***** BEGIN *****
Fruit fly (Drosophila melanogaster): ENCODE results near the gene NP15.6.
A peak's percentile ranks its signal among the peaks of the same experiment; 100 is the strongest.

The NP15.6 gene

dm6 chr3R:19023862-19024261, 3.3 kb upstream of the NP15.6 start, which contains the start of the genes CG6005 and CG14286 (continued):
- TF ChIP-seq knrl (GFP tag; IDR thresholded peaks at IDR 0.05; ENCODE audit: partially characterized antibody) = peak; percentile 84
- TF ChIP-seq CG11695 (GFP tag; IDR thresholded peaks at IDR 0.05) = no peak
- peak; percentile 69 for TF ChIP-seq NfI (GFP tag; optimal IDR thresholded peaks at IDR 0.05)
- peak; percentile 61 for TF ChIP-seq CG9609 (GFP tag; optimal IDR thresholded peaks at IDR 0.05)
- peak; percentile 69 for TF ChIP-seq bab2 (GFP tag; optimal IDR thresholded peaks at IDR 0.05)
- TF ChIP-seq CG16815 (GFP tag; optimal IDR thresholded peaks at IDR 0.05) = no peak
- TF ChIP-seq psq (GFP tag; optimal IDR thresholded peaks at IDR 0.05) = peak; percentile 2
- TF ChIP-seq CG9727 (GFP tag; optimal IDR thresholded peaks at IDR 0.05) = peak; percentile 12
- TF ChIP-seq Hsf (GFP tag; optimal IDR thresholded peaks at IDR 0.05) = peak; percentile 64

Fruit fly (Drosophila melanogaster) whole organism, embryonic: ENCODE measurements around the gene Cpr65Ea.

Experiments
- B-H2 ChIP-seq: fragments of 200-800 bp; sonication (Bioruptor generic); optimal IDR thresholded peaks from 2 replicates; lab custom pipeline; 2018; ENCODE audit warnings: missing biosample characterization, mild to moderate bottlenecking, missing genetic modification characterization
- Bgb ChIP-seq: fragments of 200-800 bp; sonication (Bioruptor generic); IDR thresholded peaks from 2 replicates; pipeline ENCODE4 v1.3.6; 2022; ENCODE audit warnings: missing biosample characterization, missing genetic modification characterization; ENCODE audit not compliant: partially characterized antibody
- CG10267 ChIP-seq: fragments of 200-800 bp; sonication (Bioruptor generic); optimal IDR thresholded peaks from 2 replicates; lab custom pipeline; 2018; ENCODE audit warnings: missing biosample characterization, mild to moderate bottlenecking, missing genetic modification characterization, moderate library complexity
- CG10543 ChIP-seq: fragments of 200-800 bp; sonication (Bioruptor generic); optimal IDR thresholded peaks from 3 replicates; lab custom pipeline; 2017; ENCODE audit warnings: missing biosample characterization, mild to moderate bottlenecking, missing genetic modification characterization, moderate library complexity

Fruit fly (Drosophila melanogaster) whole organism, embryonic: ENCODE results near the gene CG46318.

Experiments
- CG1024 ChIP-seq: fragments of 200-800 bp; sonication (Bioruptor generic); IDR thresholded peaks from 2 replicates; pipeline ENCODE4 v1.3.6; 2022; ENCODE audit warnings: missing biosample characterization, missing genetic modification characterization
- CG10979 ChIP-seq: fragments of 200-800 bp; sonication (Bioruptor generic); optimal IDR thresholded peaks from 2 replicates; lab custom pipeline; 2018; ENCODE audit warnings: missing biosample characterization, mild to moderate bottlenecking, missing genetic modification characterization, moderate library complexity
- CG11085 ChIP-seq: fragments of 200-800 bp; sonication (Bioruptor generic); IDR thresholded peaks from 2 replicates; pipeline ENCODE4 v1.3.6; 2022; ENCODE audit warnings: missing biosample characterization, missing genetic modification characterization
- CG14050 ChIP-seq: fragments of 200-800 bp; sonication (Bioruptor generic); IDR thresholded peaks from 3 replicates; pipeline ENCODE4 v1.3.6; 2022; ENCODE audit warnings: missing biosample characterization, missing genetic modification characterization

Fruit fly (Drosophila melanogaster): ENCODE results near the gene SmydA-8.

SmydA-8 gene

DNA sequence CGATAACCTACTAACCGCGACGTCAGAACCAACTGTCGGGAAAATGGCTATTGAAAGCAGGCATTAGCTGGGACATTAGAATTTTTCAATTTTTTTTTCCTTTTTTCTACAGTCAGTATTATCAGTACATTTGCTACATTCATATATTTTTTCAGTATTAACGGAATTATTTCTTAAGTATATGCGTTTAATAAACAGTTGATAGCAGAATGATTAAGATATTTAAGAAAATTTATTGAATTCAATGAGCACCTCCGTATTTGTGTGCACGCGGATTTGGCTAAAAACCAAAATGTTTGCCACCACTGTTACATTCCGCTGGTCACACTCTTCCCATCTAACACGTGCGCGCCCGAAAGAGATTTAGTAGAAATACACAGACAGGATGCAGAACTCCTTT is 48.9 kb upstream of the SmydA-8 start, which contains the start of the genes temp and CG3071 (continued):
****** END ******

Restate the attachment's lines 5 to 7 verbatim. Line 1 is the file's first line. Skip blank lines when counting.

- TF ChIP-seq knrl (GFP tag; IDR thresholded peaks at IDR 0.05; ENCODE audit: partially characterized antibody) = peak; percentile 84
- TF ChIP-seq CG11695 (GFP tag; IDR thresholded peaks at IDR 0.05) = no peak
- peak; percentile 69 for TF ChIP-seq NfI (GFP tag; optimal IDR thresholded peaks at IDR 0.05)